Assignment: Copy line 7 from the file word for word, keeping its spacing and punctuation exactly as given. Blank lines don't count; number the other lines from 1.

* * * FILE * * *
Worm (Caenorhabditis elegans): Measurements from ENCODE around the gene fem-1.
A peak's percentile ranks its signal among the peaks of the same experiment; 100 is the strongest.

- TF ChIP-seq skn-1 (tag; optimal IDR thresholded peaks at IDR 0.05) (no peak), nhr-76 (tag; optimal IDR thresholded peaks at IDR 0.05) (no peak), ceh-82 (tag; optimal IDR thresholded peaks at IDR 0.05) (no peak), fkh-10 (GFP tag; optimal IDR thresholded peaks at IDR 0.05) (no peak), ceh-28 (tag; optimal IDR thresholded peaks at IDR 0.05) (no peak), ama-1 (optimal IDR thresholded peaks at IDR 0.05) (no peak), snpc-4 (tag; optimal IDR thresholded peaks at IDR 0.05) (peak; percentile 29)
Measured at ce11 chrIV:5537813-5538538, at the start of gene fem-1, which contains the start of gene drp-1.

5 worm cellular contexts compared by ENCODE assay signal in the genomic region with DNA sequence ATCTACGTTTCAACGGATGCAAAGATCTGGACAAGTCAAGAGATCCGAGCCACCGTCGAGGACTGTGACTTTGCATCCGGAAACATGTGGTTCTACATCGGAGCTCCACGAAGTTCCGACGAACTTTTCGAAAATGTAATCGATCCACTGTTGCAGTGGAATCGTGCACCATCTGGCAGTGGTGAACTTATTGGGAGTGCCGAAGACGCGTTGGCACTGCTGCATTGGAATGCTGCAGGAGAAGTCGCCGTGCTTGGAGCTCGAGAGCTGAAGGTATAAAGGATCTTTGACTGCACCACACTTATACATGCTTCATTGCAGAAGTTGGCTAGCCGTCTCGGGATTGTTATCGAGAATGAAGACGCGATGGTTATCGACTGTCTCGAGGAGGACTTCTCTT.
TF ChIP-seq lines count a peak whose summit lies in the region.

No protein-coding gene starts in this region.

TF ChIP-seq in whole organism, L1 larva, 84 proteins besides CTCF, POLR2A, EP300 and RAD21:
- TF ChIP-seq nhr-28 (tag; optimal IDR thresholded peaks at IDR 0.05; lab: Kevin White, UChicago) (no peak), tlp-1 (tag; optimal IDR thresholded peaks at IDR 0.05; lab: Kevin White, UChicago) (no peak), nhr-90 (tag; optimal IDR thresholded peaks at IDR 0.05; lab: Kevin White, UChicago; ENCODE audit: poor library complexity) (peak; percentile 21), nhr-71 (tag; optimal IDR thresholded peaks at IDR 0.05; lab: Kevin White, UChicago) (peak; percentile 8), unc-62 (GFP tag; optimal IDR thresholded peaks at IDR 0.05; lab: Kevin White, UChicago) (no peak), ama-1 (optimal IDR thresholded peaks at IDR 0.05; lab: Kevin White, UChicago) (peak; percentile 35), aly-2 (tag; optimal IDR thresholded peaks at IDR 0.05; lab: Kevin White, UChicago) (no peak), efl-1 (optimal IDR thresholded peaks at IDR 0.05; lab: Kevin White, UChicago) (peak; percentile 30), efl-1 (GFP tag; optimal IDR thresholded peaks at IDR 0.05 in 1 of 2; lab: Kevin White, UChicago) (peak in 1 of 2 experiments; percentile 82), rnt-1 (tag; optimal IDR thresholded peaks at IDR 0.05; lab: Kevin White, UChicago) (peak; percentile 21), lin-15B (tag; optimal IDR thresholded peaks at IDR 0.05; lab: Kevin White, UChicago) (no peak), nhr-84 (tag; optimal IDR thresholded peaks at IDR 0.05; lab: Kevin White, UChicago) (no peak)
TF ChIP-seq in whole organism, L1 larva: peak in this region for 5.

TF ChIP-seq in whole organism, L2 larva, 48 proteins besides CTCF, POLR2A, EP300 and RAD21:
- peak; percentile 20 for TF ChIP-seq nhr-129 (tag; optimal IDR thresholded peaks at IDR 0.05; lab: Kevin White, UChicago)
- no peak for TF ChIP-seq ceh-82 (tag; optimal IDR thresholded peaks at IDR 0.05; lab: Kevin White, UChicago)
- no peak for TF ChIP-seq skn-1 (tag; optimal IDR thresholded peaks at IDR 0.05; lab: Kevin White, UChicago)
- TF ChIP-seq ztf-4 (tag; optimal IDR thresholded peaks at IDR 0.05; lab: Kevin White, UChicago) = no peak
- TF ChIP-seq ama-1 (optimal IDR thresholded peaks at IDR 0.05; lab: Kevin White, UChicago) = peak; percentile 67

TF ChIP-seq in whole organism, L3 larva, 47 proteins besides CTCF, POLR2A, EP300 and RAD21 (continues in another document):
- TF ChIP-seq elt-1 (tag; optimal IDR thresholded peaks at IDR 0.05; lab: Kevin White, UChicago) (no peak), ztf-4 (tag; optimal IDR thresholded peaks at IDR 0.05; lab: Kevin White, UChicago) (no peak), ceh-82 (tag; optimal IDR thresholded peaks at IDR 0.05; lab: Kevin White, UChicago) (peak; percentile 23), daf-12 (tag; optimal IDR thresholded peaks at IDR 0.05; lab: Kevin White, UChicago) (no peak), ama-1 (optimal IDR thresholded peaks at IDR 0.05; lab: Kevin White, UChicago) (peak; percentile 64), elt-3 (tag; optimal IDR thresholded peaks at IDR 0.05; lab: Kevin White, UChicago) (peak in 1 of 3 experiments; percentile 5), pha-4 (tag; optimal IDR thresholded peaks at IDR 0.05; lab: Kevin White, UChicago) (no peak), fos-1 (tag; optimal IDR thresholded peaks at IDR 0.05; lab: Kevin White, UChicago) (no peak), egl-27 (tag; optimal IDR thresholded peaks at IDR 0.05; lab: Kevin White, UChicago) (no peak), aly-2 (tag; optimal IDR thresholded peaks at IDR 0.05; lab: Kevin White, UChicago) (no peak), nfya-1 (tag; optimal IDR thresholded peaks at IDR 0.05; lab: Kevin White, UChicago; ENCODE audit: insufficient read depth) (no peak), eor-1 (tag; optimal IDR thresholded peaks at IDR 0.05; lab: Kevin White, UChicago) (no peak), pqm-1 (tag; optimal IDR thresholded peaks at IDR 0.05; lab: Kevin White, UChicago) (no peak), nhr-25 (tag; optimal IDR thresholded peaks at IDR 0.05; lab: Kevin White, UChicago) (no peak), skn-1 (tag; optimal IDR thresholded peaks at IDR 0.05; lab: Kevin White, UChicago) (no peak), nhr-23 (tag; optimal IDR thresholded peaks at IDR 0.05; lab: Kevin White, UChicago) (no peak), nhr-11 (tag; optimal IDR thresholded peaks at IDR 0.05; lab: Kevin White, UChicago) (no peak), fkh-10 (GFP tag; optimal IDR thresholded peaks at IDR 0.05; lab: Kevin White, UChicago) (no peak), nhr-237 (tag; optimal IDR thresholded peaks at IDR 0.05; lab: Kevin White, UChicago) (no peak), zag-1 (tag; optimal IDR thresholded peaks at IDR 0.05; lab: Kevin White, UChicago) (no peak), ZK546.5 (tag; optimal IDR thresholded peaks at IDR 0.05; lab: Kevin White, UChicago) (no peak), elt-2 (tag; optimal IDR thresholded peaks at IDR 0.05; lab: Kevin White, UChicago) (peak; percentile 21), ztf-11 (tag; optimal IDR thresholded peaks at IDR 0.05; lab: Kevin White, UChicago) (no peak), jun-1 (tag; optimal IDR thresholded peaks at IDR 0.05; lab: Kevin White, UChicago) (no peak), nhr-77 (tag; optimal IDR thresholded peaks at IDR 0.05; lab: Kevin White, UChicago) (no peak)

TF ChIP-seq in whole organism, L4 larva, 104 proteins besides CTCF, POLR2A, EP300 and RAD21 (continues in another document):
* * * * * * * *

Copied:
No protein-coding gene starts in this region.